Share your fuzz!

I welcome any comments, feedback, queries & corrections in relation to the project. Please get in touch via this contact form (or on the ‘contact‘ page).

Much of our understanding of the development of 1960s fuzz boxes comes from analysis of surviving pedals themselves, and so photos of pedals belonging to readers are particularly useful in furthering this research.

If you would like to contribute pictures of 1960s-era guitar effects to, then feel free to send in any pictures via the uploader below. Photos are greatly appreciated, and any submissions are not published on this website without advance agreement with the contributor.

    Extra special thanks to Electric Warrior/J. Voggenthaler for diligently saving and sharing photos of vintage Fuzz Faces for the last 15 years

    2. Record Mirror, 21st March 1964, p. 7
    3. International Musician & Recording World, March 1975, p. 61
    4. Beat Instrumental, April 1965, p. 31
    5. Beat Instrumental, April 1965, p. 31
    6. International Musician & Recording World, March 1975, p. 61
    7. Melody Maker, January 19th 1957, p. 12
    8. Melody Maker, June 15th 1957, p. 14
    9. Record Mirror, 21st March 1964, p. 7
    10. International Musician & Recording World, April 1975, p. 33
    11. Record Mirror, 21st March 1964, p. 5
    12. Tape Recorder, September 1967, p. 357
    13. Melody Maker, 8th August 1966, p. 8
    14. Ulrich Handl, 8th November 1966, The Jimi Hendrix Experience, Big Apple, Munich, []
    15. Music Trades, November 1966, p. 87
    16. Melody Maker, 20th April 1968, p. 4
    17. International Musician & Recording World, May 1975, p. 40
    18. International Musician & Recording World, May 1975, p. 40
    19. International Musician & Recording World, May 1975, p. 43
    23. Melody Maker, 20th April 1968, p. 4
    24. Ulrich Handl, 8th November 1966, The Jimi Hendrix Experience, Big Apple, Munich, []
    25. Melody Maker, June 3rd 1967, p. 3
    26. Music Trades, September 1967, p. 60
    27. Wireless World, November 1969, p. 545

    7 thoughts on “Arbiter Fuzz Face

    1. Great info, I have a 90’s Arbiter FF that has been tampered with by swapping out the AC128s for old NKT275s, the fuzz pot is shot and no matter how much contact cleaner I hit it with it won’t stop scratching, the volume pot is ok but I want to get new pots, is there a recommended make of pot I should get or can I just put in ones with the correct values?, Thanks.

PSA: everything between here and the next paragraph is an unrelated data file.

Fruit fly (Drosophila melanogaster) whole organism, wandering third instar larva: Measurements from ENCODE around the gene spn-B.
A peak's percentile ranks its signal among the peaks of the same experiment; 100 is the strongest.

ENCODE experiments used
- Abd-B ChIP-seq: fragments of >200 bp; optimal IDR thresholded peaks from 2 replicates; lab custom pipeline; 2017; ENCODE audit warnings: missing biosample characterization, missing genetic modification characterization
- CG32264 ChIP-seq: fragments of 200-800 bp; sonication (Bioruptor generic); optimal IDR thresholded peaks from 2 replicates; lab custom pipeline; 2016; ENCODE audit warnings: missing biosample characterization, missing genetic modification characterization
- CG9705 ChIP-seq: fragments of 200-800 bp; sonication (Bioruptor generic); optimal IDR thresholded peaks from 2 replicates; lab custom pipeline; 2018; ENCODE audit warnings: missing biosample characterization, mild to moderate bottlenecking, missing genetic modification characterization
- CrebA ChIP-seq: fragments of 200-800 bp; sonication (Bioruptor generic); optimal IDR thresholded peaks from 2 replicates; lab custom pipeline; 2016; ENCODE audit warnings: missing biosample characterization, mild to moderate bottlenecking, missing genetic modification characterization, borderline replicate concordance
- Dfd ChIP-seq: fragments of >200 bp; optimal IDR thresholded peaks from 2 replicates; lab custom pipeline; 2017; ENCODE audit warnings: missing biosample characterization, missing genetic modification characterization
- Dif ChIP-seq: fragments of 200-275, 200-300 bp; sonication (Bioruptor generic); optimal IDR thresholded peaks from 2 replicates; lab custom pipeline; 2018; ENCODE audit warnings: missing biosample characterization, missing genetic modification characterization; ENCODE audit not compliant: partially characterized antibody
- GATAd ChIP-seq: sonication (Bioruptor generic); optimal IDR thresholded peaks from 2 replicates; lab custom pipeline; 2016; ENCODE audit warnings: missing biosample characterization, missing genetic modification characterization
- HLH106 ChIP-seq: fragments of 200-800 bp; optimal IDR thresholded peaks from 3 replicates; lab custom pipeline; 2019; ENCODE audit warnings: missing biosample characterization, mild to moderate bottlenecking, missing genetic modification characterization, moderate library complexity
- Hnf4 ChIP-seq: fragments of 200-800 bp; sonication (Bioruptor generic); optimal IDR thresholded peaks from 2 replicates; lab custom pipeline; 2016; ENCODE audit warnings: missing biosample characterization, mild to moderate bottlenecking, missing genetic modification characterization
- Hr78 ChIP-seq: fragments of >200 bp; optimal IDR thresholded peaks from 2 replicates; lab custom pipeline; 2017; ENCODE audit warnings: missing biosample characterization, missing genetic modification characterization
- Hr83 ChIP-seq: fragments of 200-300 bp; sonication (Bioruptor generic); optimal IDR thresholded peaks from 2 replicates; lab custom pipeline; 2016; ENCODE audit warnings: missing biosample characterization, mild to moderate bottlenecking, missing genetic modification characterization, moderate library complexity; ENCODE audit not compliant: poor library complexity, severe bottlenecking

P.S it sounds incredible with the 275s!.

      1. Omeg makes pots which are pretty good modern replacements for the old RadiOhm types typically found in vintage Fuzz Faces (including the last of the germanium pedals), so they’d certainly look right in your Arbiter reissue 🙂

    2. Those two silver fuzz faces are mine, and that’s my photo.
      They’re not identical — the one with the small hole in the front is an early germanium, the other one is a Si transistor with BC183Ls — see the later pic of mine you’ve branded with your website address. I odn’t know who J. Logan is or why they get photo credit for my photos of my pedals.

      1. Hi,

        The silver Fuzz Face with the hole was indeed one of yours (and before then, Electric Warrior’s), but the photo isn’t — J. Logan is the person you sold it to some years ago, and this is a photo he took and shared on Facebook last year. The other Fuzz Face in that photo is germanium as well, and if I didn’t know the internals of it already, then there are various visual clues that indicate it. BC183L Fuzz Faces come in a slightly different enclosure style from those particular two 1966-67 germanium units (which can be recognised by the size & shape of the ‘brow’). By the time DA was building BC183L Fuzz Faces, they had also settled on using the version of the graphics as on your old pedal with the hole in the face (compared with the thicker ‘Fuzz Face’ print, with wider kerning for the control & jack socket labels, on the second pedal in Logan’s photo). DA also tended to use a thinner style of control knob compared with the ‘top hat’ style Bulgin knobs.

        The photo of the BC183L Fuzz Face circuit board on this page is one that I took of a pedal in my own collection.

    3. Hey Dev-
      Actually those are both my pedals and I took that picture. Those are both Arbiter FuzzFaces I have. I did get that one with the ‘Marilyn’ hole from you though.

    4. I’ve got a blue one with BC108Cs. Any tips to narrow down the year even more? Looked for data stamps and the like but nothing is jumping out. Thanks!

      1. They made Fuzz Faces with BC108C’s for quite a while during the 1970s. The earliest blue ones came with screen printed graphics, and they typically have 1969 pot codes. Later blue ones had slightly different graphics with several different types of decals instead, and those typically have 1972 pot codes. There are also some really late blue BC108C Fuzz Faces that are branded ‘Dallas Musical Industries’, which would date to around the mid-1970s (after Ivor Arbiter split from Dallas).

        We can put the blue BC108C pedals into some sort of chronological order based on graphics and parts selection, but I don’t think DA restocked pots in 1970, 1971 or 1973 (or at least I haven’t seen any pictures of pedals with original pots bearing those codes), so it’s difficult to pin-point an exact year to specific examples. Feel free to email me some pics of your pedal and I’ll take a guess!